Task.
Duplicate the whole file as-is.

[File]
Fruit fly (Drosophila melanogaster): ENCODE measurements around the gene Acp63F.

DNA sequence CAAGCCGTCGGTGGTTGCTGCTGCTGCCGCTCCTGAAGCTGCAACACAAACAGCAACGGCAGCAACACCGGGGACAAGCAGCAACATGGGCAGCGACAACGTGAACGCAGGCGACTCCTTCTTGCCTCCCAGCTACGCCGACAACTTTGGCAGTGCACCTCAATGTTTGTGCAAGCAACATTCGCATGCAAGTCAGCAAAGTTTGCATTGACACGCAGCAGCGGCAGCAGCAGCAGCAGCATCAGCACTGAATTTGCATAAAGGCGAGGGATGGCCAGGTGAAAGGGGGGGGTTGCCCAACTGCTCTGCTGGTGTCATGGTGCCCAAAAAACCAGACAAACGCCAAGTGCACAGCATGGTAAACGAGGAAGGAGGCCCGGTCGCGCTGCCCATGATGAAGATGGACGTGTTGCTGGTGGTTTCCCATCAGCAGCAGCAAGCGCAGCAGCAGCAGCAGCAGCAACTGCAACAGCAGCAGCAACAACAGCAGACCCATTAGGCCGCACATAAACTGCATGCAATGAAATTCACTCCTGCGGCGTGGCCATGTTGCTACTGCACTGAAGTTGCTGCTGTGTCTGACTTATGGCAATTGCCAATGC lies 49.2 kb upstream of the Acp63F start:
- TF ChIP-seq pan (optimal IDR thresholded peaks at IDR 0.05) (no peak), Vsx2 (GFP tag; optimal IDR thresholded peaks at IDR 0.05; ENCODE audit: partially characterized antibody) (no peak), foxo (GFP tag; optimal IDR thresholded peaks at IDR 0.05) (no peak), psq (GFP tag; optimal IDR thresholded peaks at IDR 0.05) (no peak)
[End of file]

Fruit fly (Drosophila melanogaster): ENCODE measurements around the gene Acp63F.

DNA sequence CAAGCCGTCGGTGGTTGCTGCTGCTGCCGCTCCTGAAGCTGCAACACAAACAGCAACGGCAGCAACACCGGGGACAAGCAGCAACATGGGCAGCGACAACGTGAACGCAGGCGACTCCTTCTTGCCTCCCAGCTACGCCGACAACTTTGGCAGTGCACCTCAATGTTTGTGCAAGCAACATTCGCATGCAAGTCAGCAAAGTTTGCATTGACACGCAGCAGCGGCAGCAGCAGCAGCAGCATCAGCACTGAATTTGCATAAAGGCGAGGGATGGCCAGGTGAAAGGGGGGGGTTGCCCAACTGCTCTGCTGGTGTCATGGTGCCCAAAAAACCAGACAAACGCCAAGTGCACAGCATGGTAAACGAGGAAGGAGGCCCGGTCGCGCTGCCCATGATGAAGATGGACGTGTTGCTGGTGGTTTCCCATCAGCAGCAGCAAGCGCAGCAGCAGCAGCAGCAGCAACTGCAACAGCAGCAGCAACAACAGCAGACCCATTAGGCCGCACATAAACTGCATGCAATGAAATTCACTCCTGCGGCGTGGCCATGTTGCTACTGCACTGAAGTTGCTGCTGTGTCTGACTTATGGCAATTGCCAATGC lies 49.2 kb upstream of the Acp63F start:
- TF ChIP-seq pan (optimal IDR thresholded peaks at IDR 0.05) (no peak), Vsx2 (GFP tag; optimal IDR thresholded peaks at IDR 0.05; ENCODE audit: partially characterized antibody) (no peak), foxo (GFP tag; optimal IDR thresholded peaks at IDR 0.05) (no peak), psq (GFP tag; optimal IDR thresholded peaks at IDR 0.05) (no peak)